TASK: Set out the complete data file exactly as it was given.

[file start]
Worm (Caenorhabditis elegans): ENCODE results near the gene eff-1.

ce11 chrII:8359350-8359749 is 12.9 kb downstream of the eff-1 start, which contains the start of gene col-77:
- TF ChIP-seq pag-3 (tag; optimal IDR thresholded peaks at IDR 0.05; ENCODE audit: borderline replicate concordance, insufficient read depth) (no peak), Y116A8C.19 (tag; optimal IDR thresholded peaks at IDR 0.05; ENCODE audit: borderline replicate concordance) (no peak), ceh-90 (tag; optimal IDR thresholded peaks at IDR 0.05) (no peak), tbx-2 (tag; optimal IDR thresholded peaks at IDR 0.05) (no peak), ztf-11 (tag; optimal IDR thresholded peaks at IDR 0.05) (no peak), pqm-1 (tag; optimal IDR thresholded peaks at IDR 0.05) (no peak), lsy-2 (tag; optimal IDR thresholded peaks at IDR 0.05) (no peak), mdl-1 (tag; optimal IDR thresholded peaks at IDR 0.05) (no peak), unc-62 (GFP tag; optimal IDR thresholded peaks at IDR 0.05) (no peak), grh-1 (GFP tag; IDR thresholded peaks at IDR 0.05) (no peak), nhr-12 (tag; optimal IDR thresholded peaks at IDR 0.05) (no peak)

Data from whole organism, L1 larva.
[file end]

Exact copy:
Worm (Caenorhabditis elegans): ENCODE results near the gene eff-1.

ce11 chrII:8359350-8359749 is 12.9 kb downstream of the eff-1 start, which contains the start of gene col-77:
- TF ChIP-seq pag-3 (tag; optimal IDR thresholded peaks at IDR 0.05; ENCODE audit: borderline replicate concordance, insufficient read depth) (no peak), Y116A8C.19 (tag; optimal IDR thresholded peaks at IDR 0.05; ENCODE audit: borderline replicate concordance) (no peak), ceh-90 (tag; optimal IDR thresholded peaks at IDR 0.05) (no peak), tbx-2 (tag; optimal IDR thresholded peaks at IDR 0.05) (no peak), ztf-11 (tag; optimal IDR thresholded peaks at IDR 0.05) (no peak), pqm-1 (tag; optimal IDR thresholded peaks at IDR 0.05) (no peak), lsy-2 (tag; optimal IDR thresholded peaks at IDR 0.05) (no peak), mdl-1 (tag; optimal IDR thresholded peaks at IDR 0.05) (no peak), unc-62 (GFP tag; optimal IDR thresholded peaks at IDR 0.05) (no peak), grh-1 (GFP tag; IDR thresholded peaks at IDR 0.05) (no peak), nhr-12 (tag; optimal IDR thresholded peaks at IDR 0.05) (no peak)

Data from whole organism, L1 larva.